In an apparent victory for employers, the NLRB’s General Counsel (“GC”) issued a pair of Advice Memoranda upholding handbook employment-at-will disclaimers comparable to provisions found unlawful several months ago by the same GC. In the Memos, found here and here, the GC concludes that the following disclaimers did not explicitly restrict employees’ protected activities and were not in response to union or other NLRA-protected activity:

  • AT-WILL EMPLOYMENT

The relationship between you and Mimi’s Cafe is referred to as “employment at will.” This means that your employment can be terminated at any time for any reason, with or without cause, with or without notice, by you or the Company. No representative of the Company has authority to enter into any agreement contrary to the foregoing “employment at will” relationship. Nothing contained in this handbook creates an express or implied contract of employment.

  • Employment with Rocha Transportation is employment at-will.

Employment at-will may be terminated with or without cause and with or without notice at any time by the employee or the Company. Nothing in this Handbook or in any document or statement shall limit the right to terminate employment at will. No manager, supervisor, or employee of Rocha Transportation has any authority to enter into an agreement for employment for any specified period of time or to make an agreement for employment other than at-will. Only the president of the Company has the authority to make any such agreement and then only in writing.  [Emphasis in original.]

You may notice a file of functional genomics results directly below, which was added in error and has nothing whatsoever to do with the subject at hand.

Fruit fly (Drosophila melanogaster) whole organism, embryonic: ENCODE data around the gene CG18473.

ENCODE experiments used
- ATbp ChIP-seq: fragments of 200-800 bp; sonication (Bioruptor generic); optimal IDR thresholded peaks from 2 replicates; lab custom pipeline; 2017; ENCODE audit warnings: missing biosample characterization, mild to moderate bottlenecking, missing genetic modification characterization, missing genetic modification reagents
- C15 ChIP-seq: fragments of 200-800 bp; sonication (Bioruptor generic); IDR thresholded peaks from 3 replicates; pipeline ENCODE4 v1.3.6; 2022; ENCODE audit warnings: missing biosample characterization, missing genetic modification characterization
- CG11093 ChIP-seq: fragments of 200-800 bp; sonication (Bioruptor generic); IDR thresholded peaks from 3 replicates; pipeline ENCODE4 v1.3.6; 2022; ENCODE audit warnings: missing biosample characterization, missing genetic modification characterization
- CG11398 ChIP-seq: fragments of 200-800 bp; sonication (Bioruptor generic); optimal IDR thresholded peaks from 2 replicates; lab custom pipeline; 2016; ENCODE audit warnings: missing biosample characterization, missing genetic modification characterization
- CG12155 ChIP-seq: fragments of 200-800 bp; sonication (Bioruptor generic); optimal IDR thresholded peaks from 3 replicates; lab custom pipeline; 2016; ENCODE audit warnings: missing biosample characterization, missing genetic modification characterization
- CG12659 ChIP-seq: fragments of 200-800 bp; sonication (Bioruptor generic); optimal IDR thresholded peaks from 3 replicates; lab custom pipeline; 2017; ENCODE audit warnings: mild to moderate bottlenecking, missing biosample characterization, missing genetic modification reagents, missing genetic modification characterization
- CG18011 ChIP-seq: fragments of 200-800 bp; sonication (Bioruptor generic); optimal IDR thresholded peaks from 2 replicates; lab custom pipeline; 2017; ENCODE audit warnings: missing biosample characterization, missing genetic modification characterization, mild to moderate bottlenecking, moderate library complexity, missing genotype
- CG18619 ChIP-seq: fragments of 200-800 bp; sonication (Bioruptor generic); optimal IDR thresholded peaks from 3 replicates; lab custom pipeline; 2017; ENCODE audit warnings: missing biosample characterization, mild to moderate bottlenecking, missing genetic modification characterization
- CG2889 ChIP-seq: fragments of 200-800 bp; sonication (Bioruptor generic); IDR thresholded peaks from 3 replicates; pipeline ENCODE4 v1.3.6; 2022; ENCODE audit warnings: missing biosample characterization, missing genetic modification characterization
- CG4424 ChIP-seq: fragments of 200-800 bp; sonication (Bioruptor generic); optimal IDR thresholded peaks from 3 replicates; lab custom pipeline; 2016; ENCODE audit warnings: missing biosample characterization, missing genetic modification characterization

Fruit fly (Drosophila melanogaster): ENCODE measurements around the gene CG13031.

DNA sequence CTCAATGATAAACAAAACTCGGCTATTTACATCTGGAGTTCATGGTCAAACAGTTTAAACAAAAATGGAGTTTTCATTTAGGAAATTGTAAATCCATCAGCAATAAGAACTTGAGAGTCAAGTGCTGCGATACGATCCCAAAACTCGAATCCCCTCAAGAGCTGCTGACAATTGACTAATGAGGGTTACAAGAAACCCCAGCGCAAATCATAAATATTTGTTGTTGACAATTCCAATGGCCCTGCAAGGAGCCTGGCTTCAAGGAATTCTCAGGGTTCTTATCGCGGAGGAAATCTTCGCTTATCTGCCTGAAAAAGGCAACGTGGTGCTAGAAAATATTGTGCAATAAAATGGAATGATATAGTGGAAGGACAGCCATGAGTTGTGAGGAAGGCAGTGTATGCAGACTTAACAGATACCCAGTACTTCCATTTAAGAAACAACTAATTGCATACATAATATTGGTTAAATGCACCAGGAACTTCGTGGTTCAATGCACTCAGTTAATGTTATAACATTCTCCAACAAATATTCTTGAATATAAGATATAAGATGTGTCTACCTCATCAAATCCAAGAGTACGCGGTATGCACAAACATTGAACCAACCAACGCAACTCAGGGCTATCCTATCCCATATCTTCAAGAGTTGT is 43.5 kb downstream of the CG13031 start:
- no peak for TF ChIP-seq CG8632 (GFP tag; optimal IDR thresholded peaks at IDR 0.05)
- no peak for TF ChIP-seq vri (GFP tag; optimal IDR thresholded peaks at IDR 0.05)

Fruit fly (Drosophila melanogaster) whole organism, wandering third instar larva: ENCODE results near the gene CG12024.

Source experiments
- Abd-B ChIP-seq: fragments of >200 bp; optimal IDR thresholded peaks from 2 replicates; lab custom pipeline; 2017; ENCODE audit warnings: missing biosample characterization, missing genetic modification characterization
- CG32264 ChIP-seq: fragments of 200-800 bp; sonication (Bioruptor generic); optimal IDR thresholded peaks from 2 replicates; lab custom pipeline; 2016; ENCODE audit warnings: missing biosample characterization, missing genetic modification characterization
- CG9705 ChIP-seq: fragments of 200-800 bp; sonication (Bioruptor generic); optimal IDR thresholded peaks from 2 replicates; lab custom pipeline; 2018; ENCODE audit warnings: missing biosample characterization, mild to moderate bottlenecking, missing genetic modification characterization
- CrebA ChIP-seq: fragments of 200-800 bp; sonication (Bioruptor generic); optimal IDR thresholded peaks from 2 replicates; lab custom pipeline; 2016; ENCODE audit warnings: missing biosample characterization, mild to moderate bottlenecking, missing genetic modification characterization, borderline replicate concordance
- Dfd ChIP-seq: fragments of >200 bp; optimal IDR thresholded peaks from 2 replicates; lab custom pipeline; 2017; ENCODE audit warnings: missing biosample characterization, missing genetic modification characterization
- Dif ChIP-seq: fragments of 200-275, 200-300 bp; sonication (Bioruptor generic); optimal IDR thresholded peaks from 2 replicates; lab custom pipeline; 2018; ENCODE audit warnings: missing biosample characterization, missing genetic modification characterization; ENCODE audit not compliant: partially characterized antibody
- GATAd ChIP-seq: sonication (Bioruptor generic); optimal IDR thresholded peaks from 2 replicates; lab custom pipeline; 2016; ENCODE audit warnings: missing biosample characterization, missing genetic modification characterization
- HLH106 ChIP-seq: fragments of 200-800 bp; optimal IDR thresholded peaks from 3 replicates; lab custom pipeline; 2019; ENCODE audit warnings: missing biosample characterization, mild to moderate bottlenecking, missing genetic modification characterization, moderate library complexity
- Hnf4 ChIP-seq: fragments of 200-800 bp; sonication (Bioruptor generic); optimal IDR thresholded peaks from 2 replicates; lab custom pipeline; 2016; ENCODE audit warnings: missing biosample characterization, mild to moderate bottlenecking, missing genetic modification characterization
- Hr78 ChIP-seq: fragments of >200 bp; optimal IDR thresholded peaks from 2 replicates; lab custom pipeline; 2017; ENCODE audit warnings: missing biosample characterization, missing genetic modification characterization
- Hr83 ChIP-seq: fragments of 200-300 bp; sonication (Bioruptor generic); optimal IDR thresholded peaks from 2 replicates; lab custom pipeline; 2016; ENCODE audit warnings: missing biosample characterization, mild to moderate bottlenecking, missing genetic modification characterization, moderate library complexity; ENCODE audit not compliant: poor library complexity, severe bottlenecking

The Rocha Transportation Advice Memo in particular seemingly contradicts the GC’s February 2012 decision to issue a complaint against Hyatt Hotels for requiring its employees to acknowledge that their at-will employment status could be altered only by a writing signed by management. The Hyatt case later settled, before an Administrative Law Judge or the Board issued a ruling on the issue.

In his Advice Memo, the GC cited a 1965 federal court case recognizing that “it is not the purpose of the [NLRA] to give the Board any control whatsoever over an employer’s policies, including his policies concerning tenure of employment, and that an employer may hire and fire at will for any reason whatsoever, or for no reason, so long as the motivation is not violative of the [NLRA].” NLRB v. Ace Comb Co., 342 F.2d 841, 847 (8th Cir. 1965). Hopefully, the GC will heed his own advice and reverse his recent labeling of at-will disclaimers and other longstanding employer personnel policies as unlawful. In the meantime, however, employers should to mirror the Mimi and Rocha “At-Will Disclaimers” found lawful by the GC.